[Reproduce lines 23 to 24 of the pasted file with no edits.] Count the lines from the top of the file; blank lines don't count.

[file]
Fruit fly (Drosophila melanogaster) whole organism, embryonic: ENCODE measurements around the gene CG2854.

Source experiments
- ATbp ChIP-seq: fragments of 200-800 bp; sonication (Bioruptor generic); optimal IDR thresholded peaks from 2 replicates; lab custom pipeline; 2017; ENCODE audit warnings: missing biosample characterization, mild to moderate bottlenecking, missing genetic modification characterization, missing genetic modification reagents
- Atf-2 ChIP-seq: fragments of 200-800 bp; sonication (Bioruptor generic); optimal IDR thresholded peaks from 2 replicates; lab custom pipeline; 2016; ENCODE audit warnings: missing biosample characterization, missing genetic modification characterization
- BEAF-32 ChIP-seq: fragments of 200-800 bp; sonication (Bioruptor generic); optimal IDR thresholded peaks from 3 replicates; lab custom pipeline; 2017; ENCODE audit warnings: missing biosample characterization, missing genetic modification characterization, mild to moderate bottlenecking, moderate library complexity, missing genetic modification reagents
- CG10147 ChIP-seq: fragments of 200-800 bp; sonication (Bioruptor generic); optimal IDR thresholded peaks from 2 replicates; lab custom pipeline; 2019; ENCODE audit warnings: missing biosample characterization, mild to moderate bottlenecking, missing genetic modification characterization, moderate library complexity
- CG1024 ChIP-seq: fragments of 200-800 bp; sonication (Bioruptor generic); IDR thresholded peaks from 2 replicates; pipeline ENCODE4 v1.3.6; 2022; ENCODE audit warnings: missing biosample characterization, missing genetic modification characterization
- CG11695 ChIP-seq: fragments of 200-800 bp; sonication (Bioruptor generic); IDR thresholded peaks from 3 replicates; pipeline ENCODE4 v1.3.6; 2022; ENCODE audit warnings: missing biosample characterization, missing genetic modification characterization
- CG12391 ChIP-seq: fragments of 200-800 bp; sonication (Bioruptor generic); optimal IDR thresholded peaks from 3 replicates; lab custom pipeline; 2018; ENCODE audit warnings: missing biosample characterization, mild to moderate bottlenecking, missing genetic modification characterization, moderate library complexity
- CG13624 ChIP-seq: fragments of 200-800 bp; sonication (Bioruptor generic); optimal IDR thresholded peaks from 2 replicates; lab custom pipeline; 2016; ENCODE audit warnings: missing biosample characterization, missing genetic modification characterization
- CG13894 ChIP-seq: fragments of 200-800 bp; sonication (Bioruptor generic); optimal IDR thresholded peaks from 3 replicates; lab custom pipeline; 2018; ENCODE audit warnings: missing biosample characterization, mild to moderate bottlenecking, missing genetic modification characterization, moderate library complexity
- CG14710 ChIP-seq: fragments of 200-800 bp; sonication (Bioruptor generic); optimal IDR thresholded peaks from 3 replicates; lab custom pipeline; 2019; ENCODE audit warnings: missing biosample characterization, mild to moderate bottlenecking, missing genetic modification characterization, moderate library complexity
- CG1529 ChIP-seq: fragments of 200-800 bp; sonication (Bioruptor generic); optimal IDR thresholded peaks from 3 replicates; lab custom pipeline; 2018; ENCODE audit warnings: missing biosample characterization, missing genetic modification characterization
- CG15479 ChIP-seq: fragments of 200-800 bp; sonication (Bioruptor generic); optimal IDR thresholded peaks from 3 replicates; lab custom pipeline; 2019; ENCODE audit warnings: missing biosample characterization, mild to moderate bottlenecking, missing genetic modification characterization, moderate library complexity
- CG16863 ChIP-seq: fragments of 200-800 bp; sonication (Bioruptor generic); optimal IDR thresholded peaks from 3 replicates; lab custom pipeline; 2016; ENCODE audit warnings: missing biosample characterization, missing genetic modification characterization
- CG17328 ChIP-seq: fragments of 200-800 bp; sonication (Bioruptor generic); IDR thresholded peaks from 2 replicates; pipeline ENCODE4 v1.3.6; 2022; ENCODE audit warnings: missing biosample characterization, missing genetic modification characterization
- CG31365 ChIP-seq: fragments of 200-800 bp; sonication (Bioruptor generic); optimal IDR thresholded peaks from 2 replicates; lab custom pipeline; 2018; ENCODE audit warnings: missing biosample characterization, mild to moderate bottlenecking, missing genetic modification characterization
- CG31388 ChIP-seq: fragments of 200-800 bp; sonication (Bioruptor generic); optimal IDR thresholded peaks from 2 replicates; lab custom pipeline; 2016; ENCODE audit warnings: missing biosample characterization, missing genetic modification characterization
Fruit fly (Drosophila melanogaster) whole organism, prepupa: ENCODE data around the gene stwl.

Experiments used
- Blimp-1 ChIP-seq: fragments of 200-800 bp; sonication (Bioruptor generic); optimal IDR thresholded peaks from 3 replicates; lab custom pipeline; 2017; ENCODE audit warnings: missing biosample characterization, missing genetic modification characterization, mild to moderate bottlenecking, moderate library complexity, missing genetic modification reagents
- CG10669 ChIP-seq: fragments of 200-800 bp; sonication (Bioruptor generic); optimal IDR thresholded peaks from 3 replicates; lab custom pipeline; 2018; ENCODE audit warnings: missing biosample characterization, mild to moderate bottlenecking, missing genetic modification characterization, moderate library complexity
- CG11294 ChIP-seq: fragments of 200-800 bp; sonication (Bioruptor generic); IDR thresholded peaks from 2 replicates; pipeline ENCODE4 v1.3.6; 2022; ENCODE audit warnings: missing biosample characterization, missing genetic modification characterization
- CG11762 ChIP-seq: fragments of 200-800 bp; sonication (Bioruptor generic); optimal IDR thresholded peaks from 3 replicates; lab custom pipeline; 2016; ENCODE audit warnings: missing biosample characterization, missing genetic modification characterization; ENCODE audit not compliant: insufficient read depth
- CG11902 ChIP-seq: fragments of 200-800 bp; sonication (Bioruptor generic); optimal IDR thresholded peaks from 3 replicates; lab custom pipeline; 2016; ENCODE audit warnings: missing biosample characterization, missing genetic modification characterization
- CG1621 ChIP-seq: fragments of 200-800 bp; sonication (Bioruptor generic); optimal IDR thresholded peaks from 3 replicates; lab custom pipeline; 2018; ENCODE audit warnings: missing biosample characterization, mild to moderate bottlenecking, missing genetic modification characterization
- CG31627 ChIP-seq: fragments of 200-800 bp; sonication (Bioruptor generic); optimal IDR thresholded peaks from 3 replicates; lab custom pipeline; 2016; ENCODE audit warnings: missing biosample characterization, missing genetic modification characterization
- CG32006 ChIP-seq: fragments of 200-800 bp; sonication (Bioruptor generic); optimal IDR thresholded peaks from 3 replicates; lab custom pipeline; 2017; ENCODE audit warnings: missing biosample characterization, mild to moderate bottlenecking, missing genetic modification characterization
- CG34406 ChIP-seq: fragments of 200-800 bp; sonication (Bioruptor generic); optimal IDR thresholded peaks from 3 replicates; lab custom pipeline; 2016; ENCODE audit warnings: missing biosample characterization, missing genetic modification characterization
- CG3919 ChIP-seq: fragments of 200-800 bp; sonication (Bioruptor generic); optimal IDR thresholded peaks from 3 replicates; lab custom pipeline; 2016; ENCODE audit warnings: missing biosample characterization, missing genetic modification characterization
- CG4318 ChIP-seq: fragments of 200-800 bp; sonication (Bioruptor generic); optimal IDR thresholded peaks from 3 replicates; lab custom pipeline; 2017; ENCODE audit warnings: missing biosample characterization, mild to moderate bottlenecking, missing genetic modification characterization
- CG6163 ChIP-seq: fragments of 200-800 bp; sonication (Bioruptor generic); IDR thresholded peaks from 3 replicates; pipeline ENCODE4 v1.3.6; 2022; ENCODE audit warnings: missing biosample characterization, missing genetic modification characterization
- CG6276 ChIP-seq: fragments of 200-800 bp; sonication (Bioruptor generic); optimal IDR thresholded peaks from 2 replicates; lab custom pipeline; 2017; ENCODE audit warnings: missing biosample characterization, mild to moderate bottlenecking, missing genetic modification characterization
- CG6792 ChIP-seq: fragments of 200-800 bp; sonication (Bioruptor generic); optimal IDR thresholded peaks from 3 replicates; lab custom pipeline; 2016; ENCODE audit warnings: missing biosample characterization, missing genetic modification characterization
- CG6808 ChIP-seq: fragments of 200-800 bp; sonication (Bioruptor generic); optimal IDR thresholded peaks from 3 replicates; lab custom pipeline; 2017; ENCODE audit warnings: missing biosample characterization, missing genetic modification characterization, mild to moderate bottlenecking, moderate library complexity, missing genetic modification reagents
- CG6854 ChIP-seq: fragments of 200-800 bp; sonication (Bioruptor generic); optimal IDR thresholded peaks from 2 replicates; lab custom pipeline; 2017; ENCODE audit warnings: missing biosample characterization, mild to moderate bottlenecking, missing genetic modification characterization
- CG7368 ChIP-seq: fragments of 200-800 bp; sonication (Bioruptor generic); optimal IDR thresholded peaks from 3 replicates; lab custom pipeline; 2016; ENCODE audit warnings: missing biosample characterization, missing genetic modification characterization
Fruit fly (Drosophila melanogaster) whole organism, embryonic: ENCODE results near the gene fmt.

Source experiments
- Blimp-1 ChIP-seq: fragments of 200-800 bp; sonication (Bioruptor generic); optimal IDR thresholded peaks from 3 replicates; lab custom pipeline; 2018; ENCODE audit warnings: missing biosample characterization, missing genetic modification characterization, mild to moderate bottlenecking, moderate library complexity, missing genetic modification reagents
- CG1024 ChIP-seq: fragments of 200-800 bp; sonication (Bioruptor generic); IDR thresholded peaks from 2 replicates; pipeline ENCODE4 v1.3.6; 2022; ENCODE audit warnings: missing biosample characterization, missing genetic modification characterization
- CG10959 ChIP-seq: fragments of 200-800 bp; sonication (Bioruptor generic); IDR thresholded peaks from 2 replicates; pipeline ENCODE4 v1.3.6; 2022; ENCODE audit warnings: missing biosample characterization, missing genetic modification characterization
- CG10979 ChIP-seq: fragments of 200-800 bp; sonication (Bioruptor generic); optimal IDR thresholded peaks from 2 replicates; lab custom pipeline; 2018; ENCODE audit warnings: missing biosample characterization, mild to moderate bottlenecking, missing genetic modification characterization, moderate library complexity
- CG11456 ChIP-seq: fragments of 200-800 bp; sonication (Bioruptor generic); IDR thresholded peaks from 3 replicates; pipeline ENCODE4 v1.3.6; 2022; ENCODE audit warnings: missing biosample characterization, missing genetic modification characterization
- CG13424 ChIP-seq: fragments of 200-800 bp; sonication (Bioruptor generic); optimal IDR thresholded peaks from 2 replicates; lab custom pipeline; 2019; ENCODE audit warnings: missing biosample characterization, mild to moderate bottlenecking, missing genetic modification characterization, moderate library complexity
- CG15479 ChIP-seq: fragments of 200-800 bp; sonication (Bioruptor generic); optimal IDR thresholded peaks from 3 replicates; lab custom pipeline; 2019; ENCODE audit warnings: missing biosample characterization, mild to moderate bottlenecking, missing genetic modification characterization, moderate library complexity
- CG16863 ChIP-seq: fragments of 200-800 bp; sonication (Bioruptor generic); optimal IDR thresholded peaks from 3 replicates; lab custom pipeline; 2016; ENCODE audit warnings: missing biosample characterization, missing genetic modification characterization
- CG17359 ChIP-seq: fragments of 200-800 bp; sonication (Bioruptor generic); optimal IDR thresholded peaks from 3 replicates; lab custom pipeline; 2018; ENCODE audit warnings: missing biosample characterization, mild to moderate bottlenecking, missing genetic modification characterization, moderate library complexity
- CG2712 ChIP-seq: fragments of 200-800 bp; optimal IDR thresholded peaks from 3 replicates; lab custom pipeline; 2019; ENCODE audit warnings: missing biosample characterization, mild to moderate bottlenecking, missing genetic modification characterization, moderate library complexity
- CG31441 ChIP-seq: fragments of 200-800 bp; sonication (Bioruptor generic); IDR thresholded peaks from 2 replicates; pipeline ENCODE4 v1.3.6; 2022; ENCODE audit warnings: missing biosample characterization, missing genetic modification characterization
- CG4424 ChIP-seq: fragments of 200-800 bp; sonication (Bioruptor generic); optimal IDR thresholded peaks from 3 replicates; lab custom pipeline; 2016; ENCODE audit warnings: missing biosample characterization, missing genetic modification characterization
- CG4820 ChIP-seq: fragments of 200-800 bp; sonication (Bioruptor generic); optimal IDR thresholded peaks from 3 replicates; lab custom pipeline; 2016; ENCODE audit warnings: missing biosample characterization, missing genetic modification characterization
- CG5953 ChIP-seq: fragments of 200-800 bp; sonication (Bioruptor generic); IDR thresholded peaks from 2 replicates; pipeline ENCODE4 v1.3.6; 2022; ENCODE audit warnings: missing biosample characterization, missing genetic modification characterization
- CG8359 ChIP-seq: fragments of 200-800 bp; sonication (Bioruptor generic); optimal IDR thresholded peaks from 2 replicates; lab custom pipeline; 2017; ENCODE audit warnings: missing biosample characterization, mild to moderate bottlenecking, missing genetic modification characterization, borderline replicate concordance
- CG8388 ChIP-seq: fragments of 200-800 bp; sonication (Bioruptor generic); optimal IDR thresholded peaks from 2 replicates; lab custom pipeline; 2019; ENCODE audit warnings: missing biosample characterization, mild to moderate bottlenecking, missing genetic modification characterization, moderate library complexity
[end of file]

- CG11294 ChIP-seq: fragments of 200-800 bp; sonication (Bioruptor generic); IDR thresholded peaks from 2 replicates; pipeline ENCODE4 v1.3.6; 2022; ENCODE audit warnings: missing biosample characterization, missing genetic modification characterization
- CG11762 ChIP-seq: fragments of 200-800 bp; sonication (Bioruptor generic); optimal IDR thresholded peaks from 3 replicates; lab custom pipeline; 2016; ENCODE audit warnings: missing biosample characterization, missing genetic modification characterization; ENCODE audit not compliant: insufficient read depth